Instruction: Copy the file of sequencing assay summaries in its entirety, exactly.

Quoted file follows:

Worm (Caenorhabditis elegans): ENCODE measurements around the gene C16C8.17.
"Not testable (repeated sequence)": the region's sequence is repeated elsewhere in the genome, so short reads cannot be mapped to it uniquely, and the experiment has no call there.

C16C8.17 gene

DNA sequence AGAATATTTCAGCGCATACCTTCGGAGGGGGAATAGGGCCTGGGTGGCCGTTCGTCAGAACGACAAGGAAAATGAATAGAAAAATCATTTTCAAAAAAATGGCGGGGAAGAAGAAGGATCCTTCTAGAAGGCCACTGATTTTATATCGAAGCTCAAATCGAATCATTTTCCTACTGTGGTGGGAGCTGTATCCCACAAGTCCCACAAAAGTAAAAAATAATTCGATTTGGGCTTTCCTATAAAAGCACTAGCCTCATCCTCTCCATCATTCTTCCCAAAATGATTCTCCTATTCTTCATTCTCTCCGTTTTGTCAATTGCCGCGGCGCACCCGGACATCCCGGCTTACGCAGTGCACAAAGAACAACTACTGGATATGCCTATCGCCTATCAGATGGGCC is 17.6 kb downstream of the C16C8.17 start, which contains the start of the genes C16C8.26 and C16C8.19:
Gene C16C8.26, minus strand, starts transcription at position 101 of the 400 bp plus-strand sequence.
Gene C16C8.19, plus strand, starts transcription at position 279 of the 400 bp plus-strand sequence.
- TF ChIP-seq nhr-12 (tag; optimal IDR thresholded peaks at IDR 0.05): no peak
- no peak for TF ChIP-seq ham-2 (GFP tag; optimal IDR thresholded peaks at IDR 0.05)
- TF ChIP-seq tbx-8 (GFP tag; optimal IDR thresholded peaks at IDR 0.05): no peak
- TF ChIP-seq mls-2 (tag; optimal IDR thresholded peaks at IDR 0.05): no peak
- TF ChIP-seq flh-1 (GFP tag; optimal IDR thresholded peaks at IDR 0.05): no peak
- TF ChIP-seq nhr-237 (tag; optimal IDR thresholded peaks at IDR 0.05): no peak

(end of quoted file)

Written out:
Worm (Caenorhabditis elegans): ENCODE measurements around the gene C16C8.17.
"Not testable (repeated sequence)": the region's sequence is repeated elsewhere in the genome, so short reads cannot be mapped to it uniquely, and the experiment has no call there.

C16C8.17 gene

DNA sequence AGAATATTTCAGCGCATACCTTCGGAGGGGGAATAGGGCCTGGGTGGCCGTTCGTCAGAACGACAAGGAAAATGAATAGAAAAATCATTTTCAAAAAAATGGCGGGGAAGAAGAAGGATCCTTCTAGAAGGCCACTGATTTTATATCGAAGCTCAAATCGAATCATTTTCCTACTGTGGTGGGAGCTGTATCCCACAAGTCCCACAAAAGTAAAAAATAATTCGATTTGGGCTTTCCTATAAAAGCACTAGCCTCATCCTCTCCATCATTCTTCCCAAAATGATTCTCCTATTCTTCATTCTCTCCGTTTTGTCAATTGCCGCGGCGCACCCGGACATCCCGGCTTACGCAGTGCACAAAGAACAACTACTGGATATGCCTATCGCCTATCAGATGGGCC is 17.6 kb downstream of the C16C8.17 start, which contains the start of the genes C16C8.26 and C16C8.19:
Gene C16C8.26, minus strand, starts transcription at position 101 of the 400 bp plus-strand sequence.
Gene C16C8.19, plus strand, starts transcription at position 279 of the 400 bp plus-strand sequence.
- TF ChIP-seq nhr-12 (tag; optimal IDR thresholded peaks at IDR 0.05): no peak
- no peak for TF ChIP-seq ham-2 (GFP tag; optimal IDR thresholded peaks at IDR 0.05)
- TF ChIP-seq tbx-8 (GFP tag; optimal IDR thresholded peaks at IDR 0.05): no peak
- TF ChIP-seq mls-2 (tag; optimal IDR thresholded peaks at IDR 0.05): no peak
- TF ChIP-seq flh-1 (GFP tag; optimal IDR thresholded peaks at IDR 0.05): no peak
- TF ChIP-seq nhr-237 (tag; optimal IDR thresholded peaks at IDR 0.05): no peak